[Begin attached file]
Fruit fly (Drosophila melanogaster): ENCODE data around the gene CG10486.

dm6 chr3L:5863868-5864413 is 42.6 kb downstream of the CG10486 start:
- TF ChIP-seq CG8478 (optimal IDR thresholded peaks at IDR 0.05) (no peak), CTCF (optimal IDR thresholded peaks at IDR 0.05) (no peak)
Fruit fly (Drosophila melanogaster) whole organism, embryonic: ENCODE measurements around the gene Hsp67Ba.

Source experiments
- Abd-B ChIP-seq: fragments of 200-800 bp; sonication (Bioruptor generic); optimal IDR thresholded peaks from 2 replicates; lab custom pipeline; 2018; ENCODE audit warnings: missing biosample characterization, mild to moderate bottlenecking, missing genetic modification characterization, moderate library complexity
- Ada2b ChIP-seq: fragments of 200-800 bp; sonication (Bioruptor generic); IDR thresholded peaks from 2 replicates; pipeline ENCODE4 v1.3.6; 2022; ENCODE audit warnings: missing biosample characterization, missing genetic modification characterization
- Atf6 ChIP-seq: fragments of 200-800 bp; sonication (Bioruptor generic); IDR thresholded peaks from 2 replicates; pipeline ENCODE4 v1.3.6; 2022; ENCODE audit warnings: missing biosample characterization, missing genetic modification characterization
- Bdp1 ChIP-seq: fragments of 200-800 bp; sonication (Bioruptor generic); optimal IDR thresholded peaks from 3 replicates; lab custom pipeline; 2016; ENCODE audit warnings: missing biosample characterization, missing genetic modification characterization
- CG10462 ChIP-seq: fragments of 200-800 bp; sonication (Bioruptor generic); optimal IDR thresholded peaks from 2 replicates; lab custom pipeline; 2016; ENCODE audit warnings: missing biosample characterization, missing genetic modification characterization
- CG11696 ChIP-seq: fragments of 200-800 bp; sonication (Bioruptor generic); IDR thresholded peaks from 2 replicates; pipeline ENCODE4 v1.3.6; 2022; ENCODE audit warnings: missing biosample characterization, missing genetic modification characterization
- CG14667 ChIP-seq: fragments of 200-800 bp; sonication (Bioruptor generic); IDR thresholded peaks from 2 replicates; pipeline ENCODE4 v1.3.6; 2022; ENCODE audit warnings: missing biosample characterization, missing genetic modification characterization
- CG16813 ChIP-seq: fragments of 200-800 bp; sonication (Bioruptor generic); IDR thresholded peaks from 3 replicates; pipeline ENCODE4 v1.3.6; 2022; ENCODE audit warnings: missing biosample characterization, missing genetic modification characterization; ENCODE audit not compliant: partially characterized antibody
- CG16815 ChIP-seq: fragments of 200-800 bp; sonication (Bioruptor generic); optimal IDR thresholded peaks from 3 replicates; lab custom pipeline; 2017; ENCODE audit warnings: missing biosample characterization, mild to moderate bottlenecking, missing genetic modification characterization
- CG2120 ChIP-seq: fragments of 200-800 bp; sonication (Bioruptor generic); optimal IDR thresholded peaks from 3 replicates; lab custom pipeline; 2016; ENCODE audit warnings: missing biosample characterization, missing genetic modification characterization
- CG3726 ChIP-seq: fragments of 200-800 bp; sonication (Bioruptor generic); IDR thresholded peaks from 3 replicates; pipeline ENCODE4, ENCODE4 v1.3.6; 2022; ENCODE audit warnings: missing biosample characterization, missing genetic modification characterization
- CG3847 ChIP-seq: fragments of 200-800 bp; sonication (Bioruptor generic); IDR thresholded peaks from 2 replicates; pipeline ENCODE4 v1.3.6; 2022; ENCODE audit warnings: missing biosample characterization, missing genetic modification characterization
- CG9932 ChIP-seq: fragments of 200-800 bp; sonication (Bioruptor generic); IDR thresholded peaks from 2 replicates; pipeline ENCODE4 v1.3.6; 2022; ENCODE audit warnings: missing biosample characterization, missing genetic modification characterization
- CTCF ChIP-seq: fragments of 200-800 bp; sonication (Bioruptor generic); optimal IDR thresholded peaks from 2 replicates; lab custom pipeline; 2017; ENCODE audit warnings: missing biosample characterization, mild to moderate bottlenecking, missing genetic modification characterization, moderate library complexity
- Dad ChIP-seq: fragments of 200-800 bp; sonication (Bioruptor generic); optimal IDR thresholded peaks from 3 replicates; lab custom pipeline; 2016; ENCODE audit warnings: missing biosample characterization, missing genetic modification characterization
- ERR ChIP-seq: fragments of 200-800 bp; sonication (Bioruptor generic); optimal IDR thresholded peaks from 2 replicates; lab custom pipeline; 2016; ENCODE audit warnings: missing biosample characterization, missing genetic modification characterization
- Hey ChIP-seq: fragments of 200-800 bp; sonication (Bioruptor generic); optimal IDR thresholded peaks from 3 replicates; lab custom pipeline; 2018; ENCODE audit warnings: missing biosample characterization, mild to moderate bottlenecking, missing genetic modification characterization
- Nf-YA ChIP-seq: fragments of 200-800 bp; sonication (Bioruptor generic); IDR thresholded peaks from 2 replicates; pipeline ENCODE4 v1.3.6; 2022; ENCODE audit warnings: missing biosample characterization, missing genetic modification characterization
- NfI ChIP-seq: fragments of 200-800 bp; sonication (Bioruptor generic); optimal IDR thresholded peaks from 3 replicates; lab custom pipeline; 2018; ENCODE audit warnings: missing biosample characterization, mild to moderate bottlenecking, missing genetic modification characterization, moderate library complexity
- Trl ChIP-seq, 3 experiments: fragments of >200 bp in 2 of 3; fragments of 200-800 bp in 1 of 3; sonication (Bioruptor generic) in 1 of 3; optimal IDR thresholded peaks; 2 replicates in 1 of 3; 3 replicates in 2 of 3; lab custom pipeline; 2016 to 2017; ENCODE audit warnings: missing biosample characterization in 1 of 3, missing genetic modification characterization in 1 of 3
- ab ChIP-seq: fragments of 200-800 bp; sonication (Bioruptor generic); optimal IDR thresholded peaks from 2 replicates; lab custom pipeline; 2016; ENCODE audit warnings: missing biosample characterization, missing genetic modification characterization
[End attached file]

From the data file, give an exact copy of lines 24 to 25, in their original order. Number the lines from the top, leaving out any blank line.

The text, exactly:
- NfI ChIP-seq: fragments of 200-800 bp; sonication (Bioruptor generic); optimal IDR thresholded peaks from 3 replicates; lab custom pipeline; 2018; ENCODE audit warnings: missing biosample characterization, mild to moderate bottlenecking, missing genetic modification characterization, moderate library complexity
- Trl ChIP-seq, 3 experiments: fragments of >200 bp in 2 of 3; fragments of 200-800 bp in 1 of 3; sonication (Bioruptor generic) in 1 of 3; optimal IDR thresholded peaks; 2 replicates in 1 of 3; 3 replicates in 2 of 3; lab custom pipeline; 2016 to 2017; ENCODE audit warnings: missing biosample characterization in 1 of 3, missing genetic modification characterization in 1 of 3